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How Argentine Grandmothers are Getting Justice for Their Children and Their Children
The Mothers in White Headscarves
What happened to their grandchildren?
History is full of atrocities. The Holocaust, the Cambodian killing fields, genocide in Ruanda, are just a few from the Twentieth Century. They are well known. We studied them in our high school history classes and our collegiate seminars. Why have I never heard of the tragedies in Argentina during my lifetime, during my adulthood, in fact not until recently? Why am I just now learning about this government-sponsored murder of mothers and fathers in my own hemisphere?
Argentina. 1976-1983. Thirty thousand young people were literally thrown into the sea after being killed by their own military-ruled government. If you happened to be a pregnant woman, you got a stay of execution until your baby was born. Then you were killed a few days later. Your child disappeared also – given to parents with the politically-correct thinking of the day, almost always members of the very military that had killed the child’s real father and mother.
So why am I hearing about these children now, thirty years later? Because of their grandmothers who never stopped looking for them. The Grandmothers of Plaza de Mayo is an organization named for the square in front of the presidential palace in Buenos Aries, Argentina. This is the place where the mothers of the murdered young people of the mid-1970s stood their ground to demand the truth of their own children's fate. The founder is Estela Carlotto, whose daughter, Laura, was murdered after giving birth to a son who would be 36 years-old in 2014. He is one of the estimated 500 children taken from the arms of their mothers at birth, never to see them again.
The 30th Anniversary
Arrests, Torture, Murder, and Internal Conflict
On Thursday, April 30, 1977, a few mothers were only there to ask for information about their missing children. What they got for their efforts was nothing but silence. With each subsequent Thursday, the number of mothers rose. The increasing numbers created a problem because public gatherings of more than three people were forbidden. The police demanded the women disperse. Instead, they paired off with each set holding hands and simply walking around the square. There was no law against walking. And so began the rise of international awareness of one of the most heartless governmental crimes in South American history.
By the end of 1977 three of the first members were arrested by the government. After torture they were thrown – alive – from a plane and into the sea. Their remains eventually washed ashore and were buried in a common grave. In 2003 forensic evidence was gathered and determined the cause of death. Arrests and beatings continued to happen sporadically, but the campaign continued.
The organization itself has not been without conflicts. Truth be told, the group split into two factions in 1986. The original group took the name, Mothers of the Plaza de Mayo Founding Line. The new group, led by Hebe de Bonafini, was known as the Mothers of the Plaza de Mayo Association. They differ on taking state compensation for the “disappeared” children ($275,000 per child), the use of DNA to establish family ties, and the priority of bringing the guilty to justice.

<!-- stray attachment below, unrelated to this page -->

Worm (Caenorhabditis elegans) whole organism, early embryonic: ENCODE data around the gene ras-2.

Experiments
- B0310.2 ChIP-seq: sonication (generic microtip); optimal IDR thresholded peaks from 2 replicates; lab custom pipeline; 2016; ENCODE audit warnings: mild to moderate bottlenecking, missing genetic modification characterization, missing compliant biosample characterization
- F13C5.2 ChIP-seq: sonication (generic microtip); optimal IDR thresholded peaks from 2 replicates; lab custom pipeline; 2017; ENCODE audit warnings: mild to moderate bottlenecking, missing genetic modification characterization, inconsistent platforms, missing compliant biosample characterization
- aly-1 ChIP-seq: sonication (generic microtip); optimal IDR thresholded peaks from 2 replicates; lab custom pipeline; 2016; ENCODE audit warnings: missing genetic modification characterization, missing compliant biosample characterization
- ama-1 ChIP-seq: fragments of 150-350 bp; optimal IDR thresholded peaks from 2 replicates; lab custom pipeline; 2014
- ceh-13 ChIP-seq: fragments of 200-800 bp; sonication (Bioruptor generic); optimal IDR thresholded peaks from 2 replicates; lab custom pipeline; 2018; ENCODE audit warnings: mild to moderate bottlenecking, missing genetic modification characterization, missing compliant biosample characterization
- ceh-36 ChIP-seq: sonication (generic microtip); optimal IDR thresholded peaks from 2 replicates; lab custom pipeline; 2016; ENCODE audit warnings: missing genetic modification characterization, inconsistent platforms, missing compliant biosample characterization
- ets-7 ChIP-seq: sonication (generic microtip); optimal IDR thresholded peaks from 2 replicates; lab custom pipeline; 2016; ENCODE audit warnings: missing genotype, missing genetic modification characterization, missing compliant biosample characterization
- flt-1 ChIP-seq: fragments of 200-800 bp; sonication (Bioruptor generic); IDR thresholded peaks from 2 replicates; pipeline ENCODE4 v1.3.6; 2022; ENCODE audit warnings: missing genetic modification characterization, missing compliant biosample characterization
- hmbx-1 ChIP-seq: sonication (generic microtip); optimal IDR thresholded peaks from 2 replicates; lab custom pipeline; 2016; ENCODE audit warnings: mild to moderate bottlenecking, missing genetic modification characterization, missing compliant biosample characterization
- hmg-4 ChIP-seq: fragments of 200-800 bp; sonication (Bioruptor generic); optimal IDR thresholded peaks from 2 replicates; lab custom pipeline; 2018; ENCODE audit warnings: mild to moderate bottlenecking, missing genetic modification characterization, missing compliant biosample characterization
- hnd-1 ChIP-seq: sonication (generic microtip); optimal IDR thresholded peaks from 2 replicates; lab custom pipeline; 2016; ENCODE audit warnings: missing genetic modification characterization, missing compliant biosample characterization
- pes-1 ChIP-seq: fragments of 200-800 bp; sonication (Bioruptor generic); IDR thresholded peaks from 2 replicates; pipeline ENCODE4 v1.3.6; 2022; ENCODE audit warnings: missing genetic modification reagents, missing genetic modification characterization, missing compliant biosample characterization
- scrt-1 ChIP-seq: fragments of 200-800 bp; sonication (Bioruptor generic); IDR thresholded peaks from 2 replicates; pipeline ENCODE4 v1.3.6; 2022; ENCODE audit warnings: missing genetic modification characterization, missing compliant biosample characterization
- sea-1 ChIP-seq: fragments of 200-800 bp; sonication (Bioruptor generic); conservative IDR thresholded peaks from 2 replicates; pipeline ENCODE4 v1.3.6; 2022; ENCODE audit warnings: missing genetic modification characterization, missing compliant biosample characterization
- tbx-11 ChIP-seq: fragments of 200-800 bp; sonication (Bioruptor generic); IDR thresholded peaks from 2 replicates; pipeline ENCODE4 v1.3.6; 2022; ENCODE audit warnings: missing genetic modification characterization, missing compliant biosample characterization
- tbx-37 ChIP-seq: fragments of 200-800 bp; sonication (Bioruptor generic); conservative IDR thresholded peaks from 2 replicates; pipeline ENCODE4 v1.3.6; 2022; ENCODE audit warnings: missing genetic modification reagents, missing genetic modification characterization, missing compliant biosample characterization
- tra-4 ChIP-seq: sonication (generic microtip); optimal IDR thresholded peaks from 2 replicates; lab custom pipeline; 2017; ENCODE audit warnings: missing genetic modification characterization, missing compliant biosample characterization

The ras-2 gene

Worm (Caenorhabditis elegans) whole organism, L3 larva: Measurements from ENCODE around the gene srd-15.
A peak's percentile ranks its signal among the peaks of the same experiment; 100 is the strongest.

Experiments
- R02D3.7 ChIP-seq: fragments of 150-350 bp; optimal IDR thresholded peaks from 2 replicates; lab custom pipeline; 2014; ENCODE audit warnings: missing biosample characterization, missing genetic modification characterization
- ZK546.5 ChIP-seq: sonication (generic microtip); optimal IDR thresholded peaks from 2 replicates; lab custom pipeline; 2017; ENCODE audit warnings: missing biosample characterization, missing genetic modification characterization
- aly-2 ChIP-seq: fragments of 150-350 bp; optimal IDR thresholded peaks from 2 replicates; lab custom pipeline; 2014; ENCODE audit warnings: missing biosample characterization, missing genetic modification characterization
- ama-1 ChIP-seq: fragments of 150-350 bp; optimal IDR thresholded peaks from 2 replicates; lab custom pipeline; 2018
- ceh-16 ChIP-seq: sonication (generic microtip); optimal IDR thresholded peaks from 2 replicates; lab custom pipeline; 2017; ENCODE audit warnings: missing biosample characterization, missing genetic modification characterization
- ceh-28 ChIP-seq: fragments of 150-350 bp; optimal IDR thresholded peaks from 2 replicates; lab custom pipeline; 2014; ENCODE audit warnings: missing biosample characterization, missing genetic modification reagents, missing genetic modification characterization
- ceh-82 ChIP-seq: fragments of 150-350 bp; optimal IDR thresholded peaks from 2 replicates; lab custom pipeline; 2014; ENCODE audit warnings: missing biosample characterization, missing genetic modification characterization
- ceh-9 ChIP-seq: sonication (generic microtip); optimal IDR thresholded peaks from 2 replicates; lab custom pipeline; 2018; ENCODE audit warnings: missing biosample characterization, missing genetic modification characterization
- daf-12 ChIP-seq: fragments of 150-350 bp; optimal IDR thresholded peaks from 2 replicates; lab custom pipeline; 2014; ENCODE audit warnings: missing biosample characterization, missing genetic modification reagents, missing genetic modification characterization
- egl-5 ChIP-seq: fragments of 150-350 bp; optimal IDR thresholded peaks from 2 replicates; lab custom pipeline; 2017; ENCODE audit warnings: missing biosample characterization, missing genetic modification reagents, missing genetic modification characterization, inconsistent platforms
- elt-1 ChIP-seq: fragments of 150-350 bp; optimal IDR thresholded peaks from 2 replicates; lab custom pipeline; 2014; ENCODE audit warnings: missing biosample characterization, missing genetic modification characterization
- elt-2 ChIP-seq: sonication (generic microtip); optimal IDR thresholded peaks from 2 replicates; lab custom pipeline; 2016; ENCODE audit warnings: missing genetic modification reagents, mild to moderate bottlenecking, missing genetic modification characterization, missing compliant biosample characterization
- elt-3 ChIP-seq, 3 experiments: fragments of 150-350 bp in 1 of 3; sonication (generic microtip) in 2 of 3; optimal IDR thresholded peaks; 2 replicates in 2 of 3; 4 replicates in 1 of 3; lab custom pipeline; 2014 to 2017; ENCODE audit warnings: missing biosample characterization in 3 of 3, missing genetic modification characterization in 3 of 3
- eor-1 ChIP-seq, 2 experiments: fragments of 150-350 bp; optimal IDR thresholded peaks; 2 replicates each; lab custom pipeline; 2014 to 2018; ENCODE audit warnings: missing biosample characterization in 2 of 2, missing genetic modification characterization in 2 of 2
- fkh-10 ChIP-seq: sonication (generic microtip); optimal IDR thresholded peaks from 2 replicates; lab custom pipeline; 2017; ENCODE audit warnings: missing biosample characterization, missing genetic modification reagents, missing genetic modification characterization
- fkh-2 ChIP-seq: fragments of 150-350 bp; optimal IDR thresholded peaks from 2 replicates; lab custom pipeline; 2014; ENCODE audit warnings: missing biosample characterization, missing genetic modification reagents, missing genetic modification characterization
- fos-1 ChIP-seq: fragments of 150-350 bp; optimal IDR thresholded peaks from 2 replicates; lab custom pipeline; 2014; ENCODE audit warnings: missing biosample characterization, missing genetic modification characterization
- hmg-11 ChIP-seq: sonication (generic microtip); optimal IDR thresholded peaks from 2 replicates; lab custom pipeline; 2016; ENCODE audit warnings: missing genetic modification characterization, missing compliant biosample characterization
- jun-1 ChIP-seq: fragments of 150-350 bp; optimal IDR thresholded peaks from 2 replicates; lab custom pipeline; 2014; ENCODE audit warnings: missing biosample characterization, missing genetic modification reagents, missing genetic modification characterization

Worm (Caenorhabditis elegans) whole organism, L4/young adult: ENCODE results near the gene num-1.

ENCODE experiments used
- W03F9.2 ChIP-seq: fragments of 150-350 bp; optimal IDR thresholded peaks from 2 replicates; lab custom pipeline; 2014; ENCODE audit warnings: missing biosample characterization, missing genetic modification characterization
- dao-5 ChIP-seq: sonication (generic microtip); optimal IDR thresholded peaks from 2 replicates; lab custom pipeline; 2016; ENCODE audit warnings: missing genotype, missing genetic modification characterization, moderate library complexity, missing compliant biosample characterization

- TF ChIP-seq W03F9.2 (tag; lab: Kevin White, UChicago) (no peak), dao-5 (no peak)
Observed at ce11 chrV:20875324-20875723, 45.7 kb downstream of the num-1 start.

Were You Aware of the Argentine Grandmothers?
Before this Hub, had you heard of The Mothers?
But All Worth It
As recently as this month, the grandchild of the original founder of the grandmother’s organization was found. The 36-year-old who had gone through life as Ignacio Hurban walked into the DNA bank set up by the Grandmothers. He asked to have his blood compared to that of all the group’s members. He learned that the last time his real mother saw him she gave him the name, Guido. He is the 114th person to be reunited with his biological family.
“I don’t want to die without hugging him,” said 83-year-old Estella Carlotto, “and now I will be able to.” He has lived by the name Ignacio Hurban, a pianist and composer, employed by a music school in Olavarria, southwest of Buenos Aires.
The Grandmothers are not giving up their search. "We found our 108th child this year," Carlotto said, "but we have more than 400 still to find."
1979 - 1983 Military Takeover
Finally - Some Justice and Some Reunions
What became of those responsible for the seven-year-long nightmare for Argentine families? In 1984 the Argentine Truth Commission reported on human rights violations that occurred during the military rule, including 9,000 cases of “forced disappearance.” Some commanders were brought to trial in those first years after civilian rule was restored, but the first presidents granted pardons, so any attempts at bringing the guilty to justice were abandoned as futile. In 2003 President Nestor Kirchner resumed the prosecution of those under suspicion from the “dirty” years.
The two former dictators were convicted of murder and systematically kidnapping infants. Jorge Rafael Videla died in prison in 2013. Reynaldo Bignone is still serving his 50-year sentence. The others accused of involvement in the systematic theft of babies are: Santiago Omar Riveros, Ruben Oscar Franco, Antonio Vanek, Jorge Luis Magnacco, Juan Antonio Azic and Jorge Acosta.
So, back to my original question. Why did I not know about this political and human tragedy in the 1970s and 1980s when it was happening? Maybe because I was a young bride myself, carrying and giving birth to two of my own three children. The knowledge that I have now gives a whole new meaning to the phrase: “But for the Grace of God . . .”